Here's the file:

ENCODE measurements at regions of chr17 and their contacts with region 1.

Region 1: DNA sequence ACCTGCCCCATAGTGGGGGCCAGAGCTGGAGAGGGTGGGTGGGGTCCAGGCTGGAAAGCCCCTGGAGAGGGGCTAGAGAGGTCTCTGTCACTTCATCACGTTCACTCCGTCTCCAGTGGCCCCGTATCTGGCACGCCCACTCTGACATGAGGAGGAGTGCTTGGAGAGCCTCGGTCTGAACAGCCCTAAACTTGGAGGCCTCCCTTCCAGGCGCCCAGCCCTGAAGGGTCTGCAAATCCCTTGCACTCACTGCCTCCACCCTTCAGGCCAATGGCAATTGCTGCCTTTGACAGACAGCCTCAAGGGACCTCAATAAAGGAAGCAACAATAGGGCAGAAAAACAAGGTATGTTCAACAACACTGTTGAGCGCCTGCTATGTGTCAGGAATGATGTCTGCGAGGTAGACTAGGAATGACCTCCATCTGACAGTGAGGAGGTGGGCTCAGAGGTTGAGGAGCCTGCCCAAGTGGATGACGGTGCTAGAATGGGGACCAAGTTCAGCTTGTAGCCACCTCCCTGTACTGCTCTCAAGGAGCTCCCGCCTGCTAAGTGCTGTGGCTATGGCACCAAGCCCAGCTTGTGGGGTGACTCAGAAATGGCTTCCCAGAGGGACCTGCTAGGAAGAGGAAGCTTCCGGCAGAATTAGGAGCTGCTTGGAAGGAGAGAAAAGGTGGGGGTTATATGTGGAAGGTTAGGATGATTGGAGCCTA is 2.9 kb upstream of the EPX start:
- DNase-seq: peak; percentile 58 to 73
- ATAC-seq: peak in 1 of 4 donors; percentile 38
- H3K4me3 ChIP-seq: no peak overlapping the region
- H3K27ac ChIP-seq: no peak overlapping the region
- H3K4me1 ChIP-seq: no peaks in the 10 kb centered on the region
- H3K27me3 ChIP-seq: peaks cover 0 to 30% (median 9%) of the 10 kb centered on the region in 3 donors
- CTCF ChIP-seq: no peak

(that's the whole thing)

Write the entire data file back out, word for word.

ENCODE measurements at regions of chr17 and their contacts with region 1.

Region 1: DNA sequence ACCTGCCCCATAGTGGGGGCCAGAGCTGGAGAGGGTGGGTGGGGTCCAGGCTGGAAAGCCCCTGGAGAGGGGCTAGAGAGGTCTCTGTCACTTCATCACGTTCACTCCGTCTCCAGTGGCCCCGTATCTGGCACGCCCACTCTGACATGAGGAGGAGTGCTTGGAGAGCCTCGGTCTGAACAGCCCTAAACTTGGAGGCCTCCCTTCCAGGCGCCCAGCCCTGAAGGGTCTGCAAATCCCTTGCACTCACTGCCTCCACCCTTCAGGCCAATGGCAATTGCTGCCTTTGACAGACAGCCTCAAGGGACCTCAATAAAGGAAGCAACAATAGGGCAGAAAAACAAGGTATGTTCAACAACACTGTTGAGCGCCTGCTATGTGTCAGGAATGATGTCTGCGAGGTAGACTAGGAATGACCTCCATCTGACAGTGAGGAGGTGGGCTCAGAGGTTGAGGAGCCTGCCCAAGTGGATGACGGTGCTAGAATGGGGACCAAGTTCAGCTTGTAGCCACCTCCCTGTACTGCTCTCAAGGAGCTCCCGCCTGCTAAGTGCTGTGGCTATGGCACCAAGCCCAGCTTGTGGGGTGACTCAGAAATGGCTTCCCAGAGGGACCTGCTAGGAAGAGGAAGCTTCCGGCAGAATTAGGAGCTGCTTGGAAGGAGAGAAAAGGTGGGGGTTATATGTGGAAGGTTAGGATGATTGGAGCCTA is 2.9 kb upstream of the EPX start:
- DNase-seq: peak; percentile 58 to 73
- ATAC-seq: peak in 1 of 4 donors; percentile 38
- H3K4me3 ChIP-seq: no peak overlapping the region
- H3K27ac ChIP-seq: no peak overlapping the region
- H3K4me1 ChIP-seq: no peaks in the 10 kb centered on the region
- H3K27me3 ChIP-seq: peaks cover 0 to 30% (median 9%) of the 10 kb centered on the region in 3 donors
- CTCF ChIP-seq: no peak